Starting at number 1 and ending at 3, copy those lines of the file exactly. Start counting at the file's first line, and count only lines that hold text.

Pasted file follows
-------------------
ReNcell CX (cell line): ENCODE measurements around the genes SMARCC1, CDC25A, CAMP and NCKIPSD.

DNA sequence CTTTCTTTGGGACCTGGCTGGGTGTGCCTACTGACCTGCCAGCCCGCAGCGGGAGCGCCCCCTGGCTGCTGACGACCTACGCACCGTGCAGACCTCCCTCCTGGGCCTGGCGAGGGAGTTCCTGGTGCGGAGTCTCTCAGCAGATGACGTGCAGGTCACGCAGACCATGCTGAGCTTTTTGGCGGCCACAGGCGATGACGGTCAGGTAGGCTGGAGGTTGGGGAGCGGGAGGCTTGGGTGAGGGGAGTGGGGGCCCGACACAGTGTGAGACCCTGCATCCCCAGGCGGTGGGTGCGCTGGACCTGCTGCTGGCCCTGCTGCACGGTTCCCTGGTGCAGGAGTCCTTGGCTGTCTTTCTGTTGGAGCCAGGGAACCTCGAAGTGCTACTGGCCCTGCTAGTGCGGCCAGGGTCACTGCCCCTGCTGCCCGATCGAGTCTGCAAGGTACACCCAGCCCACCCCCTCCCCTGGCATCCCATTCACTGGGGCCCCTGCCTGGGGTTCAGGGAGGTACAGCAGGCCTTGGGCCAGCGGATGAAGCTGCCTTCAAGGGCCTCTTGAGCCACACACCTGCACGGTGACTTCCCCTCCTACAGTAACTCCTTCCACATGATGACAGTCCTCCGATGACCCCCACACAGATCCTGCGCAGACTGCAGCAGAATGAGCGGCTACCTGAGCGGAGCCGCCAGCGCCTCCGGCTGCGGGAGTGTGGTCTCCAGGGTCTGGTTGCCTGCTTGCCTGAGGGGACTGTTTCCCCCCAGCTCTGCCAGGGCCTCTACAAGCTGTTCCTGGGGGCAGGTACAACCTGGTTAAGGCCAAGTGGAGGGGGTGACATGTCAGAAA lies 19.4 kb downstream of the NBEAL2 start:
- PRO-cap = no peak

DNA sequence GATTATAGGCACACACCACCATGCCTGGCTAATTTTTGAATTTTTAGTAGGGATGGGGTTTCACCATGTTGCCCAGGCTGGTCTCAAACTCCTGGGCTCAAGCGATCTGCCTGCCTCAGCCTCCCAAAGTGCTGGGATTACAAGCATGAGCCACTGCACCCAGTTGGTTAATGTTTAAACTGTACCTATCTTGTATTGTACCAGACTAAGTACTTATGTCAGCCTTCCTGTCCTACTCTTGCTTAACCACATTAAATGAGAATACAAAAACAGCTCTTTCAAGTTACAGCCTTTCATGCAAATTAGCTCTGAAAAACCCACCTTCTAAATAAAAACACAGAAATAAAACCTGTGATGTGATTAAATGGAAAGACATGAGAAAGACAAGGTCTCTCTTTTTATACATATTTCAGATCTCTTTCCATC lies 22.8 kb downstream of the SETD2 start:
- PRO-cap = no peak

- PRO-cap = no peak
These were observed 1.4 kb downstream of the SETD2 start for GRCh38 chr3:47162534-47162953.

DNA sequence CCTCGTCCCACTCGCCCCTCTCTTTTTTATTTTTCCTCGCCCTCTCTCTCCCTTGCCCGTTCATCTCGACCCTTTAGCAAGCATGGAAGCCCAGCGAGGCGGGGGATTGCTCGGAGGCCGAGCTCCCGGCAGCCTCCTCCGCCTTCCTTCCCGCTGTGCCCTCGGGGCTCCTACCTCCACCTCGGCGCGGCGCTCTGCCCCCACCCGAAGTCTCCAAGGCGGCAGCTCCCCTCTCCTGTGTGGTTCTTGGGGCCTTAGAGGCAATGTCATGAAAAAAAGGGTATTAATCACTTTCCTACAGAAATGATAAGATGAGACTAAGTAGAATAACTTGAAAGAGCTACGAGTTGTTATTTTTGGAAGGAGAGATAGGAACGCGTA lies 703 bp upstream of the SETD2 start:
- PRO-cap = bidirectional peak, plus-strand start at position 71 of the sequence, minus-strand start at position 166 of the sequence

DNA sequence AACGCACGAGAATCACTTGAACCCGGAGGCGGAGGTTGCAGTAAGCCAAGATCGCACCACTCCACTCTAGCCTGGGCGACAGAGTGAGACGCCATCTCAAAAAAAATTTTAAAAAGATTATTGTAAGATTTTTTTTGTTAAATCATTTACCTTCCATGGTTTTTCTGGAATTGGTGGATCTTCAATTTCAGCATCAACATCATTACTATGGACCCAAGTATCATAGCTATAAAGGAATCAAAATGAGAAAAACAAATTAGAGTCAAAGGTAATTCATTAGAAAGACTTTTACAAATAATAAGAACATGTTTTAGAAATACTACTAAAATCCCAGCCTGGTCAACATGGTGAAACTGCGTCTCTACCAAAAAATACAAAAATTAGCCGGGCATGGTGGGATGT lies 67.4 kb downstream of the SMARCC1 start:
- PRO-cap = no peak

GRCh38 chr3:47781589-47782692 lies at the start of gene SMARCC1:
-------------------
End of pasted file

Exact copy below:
ReNcell CX (cell line): ENCODE measurements around the genes SMARCC1, CDC25A, CAMP and NCKIPSD.

DNA sequence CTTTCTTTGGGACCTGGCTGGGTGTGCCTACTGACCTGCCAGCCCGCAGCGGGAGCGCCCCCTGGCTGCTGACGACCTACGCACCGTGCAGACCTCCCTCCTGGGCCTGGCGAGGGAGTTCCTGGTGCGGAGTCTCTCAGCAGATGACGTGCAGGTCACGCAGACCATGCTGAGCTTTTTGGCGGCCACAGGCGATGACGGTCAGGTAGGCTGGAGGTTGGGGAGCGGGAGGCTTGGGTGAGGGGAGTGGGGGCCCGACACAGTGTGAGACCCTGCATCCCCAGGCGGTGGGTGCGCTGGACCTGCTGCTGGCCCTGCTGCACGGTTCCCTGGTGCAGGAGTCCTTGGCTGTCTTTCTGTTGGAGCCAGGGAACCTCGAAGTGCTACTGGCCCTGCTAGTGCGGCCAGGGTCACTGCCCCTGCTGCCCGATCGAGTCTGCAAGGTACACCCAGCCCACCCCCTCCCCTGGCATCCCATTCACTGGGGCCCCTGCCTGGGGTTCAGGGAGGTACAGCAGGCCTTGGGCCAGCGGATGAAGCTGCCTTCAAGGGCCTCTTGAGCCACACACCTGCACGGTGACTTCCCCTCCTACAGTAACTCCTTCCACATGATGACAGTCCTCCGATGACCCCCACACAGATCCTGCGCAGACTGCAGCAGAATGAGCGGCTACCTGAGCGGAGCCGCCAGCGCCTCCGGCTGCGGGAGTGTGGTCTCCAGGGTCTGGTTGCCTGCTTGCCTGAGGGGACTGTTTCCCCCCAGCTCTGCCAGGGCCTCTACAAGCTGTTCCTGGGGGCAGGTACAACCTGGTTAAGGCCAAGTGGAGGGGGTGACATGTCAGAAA lies 19.4 kb downstream of the NBEAL2 start:
- PRO-cap = no peak